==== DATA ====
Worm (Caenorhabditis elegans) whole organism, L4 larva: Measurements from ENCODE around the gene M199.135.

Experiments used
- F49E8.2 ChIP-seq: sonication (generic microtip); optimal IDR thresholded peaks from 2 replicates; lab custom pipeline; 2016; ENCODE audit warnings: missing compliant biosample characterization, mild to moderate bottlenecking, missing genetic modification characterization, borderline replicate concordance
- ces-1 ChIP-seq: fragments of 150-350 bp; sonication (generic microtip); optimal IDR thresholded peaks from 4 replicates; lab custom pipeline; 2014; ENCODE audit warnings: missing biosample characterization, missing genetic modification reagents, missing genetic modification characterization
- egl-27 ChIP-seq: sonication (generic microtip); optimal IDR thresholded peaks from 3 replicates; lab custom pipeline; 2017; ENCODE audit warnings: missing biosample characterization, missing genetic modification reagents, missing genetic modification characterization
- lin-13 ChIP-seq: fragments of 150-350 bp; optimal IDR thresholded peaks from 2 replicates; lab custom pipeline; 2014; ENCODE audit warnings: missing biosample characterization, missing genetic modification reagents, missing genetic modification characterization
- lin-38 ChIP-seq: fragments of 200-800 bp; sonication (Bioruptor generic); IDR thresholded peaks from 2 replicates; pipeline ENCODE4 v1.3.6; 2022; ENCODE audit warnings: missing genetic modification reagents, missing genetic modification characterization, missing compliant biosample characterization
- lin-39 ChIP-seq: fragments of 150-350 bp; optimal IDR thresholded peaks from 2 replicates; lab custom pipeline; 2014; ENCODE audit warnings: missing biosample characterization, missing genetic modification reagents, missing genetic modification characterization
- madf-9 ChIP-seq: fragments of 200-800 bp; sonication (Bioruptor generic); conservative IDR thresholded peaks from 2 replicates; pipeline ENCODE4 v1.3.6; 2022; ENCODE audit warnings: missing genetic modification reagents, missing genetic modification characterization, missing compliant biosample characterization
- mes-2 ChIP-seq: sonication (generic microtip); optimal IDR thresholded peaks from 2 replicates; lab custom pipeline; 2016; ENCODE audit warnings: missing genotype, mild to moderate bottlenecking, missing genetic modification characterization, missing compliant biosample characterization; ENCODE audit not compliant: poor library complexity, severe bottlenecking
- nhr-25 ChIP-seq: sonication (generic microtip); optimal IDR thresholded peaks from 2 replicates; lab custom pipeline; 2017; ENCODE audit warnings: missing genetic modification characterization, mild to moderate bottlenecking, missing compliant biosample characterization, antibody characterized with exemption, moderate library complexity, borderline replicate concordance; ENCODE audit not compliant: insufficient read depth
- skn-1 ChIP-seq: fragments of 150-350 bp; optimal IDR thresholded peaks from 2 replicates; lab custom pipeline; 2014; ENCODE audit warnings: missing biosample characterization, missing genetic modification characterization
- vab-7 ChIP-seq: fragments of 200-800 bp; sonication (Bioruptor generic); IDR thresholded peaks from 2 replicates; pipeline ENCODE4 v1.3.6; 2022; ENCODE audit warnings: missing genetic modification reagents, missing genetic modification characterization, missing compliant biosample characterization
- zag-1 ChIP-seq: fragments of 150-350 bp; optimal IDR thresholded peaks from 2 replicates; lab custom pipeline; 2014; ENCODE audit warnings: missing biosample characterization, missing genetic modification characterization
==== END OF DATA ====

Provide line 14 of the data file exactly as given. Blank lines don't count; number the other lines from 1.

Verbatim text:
- zag-1 ChIP-seq: fragments of 150-350 bp; optimal IDR thresholded peaks from 2 replicates; lab custom pipeline; 2014; ENCODE audit warnings: missing biosample characterization, missing genetic modification characterization